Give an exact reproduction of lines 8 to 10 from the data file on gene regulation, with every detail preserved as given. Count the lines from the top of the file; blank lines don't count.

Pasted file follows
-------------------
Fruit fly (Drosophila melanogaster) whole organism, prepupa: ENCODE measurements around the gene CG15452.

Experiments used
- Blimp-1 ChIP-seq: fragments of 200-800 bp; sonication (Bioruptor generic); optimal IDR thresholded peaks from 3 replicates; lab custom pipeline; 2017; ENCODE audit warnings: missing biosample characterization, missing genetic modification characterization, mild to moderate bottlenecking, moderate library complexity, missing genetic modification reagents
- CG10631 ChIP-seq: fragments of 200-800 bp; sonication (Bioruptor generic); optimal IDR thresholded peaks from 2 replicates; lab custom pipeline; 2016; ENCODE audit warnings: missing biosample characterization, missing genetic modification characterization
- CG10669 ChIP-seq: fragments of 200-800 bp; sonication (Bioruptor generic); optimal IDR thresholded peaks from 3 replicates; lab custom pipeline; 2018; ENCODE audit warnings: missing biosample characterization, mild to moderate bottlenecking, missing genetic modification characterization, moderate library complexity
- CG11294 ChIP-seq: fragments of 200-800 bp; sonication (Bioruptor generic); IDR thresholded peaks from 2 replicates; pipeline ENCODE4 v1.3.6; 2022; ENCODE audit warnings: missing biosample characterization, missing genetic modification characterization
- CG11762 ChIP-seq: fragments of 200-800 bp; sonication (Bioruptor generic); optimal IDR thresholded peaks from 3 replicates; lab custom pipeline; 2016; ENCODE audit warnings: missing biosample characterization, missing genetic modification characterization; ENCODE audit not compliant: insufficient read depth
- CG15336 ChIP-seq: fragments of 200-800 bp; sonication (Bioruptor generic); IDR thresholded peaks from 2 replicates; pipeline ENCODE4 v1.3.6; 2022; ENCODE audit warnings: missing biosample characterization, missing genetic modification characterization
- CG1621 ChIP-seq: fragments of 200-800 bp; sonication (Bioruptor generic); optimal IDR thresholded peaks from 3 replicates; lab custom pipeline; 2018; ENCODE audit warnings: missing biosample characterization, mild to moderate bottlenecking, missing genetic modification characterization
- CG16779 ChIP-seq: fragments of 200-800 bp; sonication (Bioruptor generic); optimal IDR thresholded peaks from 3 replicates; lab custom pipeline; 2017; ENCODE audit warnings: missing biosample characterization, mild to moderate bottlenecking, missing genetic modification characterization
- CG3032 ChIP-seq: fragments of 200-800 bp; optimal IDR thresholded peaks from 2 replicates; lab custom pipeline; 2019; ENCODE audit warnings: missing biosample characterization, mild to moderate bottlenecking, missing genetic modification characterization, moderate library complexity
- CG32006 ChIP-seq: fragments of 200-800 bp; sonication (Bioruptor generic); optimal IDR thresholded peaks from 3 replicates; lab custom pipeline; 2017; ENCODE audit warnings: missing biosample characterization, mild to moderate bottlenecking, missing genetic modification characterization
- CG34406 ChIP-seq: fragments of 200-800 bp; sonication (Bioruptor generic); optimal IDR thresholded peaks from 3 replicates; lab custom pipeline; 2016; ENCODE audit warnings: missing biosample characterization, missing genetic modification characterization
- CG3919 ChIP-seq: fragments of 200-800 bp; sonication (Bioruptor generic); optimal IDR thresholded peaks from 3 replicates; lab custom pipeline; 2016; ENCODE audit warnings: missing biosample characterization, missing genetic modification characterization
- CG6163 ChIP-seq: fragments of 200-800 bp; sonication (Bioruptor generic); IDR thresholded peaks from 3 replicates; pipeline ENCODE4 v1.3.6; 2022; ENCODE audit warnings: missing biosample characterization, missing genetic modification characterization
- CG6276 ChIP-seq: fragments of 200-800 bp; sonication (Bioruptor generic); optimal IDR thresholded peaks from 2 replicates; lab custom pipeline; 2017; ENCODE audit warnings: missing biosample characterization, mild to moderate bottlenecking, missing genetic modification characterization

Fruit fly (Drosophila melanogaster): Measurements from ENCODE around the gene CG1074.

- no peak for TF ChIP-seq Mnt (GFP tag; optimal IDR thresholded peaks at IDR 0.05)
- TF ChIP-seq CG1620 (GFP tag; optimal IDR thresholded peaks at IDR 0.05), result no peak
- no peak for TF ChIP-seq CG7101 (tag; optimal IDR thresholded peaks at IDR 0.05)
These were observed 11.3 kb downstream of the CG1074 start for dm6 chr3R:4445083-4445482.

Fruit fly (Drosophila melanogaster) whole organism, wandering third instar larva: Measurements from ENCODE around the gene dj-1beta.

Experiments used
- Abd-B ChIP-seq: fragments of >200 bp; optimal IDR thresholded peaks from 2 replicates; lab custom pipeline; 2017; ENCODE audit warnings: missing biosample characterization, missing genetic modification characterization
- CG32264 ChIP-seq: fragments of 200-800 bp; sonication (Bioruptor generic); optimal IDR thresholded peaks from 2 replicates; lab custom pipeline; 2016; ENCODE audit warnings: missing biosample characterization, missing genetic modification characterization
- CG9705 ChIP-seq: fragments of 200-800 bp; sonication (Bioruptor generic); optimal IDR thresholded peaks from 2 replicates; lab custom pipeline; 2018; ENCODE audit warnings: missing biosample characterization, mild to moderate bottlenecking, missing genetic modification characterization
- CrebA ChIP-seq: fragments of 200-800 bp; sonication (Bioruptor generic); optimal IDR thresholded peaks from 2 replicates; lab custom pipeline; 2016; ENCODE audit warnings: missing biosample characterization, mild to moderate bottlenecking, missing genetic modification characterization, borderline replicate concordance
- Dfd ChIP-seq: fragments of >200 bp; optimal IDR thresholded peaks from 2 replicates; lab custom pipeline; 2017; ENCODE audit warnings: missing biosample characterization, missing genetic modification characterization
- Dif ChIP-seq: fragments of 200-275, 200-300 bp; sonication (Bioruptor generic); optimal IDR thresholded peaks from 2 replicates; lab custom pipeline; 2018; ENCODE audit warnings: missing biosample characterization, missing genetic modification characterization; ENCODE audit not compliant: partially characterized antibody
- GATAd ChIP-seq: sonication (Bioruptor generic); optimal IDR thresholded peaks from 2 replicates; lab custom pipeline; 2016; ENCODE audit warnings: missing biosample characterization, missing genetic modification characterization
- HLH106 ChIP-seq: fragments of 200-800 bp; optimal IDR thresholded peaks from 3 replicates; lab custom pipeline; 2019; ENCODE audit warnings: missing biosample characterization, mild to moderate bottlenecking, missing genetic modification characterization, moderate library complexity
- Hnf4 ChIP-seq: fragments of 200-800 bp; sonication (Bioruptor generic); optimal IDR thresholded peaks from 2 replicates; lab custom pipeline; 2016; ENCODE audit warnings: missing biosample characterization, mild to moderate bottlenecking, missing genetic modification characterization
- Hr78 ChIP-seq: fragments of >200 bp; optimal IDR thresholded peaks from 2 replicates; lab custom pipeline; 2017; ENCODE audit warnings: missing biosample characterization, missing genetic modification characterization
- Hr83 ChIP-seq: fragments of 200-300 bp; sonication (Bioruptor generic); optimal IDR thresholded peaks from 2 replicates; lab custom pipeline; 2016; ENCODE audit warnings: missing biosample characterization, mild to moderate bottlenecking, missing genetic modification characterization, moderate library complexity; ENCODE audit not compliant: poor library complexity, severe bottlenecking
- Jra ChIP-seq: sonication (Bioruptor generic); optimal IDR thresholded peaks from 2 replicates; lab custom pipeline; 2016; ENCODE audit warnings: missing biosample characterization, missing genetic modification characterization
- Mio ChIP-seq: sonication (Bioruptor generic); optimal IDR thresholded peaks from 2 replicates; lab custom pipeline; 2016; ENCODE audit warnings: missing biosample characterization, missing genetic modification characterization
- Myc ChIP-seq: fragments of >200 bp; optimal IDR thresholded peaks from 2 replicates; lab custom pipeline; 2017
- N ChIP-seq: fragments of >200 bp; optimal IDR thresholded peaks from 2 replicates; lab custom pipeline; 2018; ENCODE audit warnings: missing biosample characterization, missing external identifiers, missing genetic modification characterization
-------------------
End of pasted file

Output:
- CG15336 ChIP-seq: fragments of 200-800 bp; sonication (Bioruptor generic); IDR thresholded peaks from 2 replicates; pipeline ENCODE4 v1.3.6; 2022; ENCODE audit warnings: missing biosample characterization, missing genetic modification characterization
- CG1621 ChIP-seq: fragments of 200-800 bp; sonication (Bioruptor generic); optimal IDR thresholded peaks from 3 replicates; lab custom pipeline; 2018; ENCODE audit warnings: missing biosample characterization, mild to moderate bottlenecking, missing genetic modification characterization
- CG16779 ChIP-seq: fragments of 200-800 bp; sonication (Bioruptor generic); optimal IDR thresholded peaks from 3 replicates; lab custom pipeline; 2017; ENCODE audit warnings: missing biosample characterization, mild to moderate bottlenecking, missing genetic modification characterization